We get a guide to this from the producer price data.

The headline rate of output inflation for goods leaving the factory gate was 0.5% on the year to November 2019, down from 0.8% in October 2019……..The growth rate of prices for materials and fuels used in the manufacturing process was negative 2.7% on the year to November 2019, up from negative 5.0% in October 2019.

So the outlook for the new few months is good but not as good as it was as we see that input price inflation is less negative now. We also see the driving force behind goods price inflation being so low via the low level of output price inflation.

Comment

In many respects the UK inflation position is pretty good. The fact that consumer inflation is now lower helps real wage growth to be positive. Also the fall in house price inflation means we have improved affordability. These will both be boosting the economy in what are difficult times. The overall trajectory looks lower too if we add in these elements described by the Bank of England.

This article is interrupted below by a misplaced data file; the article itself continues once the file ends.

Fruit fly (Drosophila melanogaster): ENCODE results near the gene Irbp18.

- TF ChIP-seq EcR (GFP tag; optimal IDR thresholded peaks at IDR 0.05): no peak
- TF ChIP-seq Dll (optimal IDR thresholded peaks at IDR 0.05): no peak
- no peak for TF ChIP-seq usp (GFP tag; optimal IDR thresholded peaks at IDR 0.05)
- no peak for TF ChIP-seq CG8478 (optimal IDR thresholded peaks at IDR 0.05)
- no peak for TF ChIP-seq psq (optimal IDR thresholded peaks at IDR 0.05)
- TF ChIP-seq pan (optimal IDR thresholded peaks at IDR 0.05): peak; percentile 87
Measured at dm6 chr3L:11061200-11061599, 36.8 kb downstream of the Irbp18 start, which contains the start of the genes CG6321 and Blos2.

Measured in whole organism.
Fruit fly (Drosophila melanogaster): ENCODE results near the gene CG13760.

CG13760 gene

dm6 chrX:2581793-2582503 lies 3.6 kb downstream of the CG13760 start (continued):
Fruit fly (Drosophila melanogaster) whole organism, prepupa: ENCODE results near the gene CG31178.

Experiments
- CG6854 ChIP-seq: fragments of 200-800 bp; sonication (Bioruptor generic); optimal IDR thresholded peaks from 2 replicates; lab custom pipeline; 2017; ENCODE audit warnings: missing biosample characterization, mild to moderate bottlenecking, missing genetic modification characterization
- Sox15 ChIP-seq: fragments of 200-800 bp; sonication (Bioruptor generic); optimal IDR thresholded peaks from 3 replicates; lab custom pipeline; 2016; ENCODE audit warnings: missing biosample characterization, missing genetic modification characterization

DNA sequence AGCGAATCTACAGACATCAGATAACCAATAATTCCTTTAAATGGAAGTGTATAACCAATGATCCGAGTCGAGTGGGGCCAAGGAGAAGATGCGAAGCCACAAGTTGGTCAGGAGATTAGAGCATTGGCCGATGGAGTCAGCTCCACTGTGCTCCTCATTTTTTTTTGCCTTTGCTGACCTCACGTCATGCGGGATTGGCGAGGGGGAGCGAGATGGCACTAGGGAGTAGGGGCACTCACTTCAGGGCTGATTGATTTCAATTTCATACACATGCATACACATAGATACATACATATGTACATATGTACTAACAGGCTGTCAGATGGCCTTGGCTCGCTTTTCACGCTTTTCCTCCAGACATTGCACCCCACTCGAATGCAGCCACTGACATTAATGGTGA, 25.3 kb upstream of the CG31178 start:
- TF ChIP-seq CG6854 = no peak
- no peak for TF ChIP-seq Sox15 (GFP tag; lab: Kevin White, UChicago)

CPI inflation remained at 1.7% in September and is expected to decline to around 1¼% by the spring, owing to the temporary effect of falls in regulated energy and water prices.

However as I have described above these are bad times for the Office for National Statistics and the UK Statistics Authority. Not only are they using imaginary numbers for 17% of their headline index ( CPIH) the claims that these are based on some sort of reality ( actual rental inflation) is not only dubious it may well be based on last year data.

The Investing Channel

 

Sweden has a growing unemployment problem

Today is one for some humility and no I am not referring to the UK election. It relates to Sweden and developments there in economic policy and its measurement which have turned out to be extraordinary even for these times. Let me start by taking you back to the 22nd of August when I noted this.

I am less concerned by the contraction than the annual rate. There had been a good first quarter so the best perspective was shown by an annual rate of 1.4%. You see in recent years Sweden has seen annual economic growth peak at 4.5% and at the opening of 2018 it was 3.6%.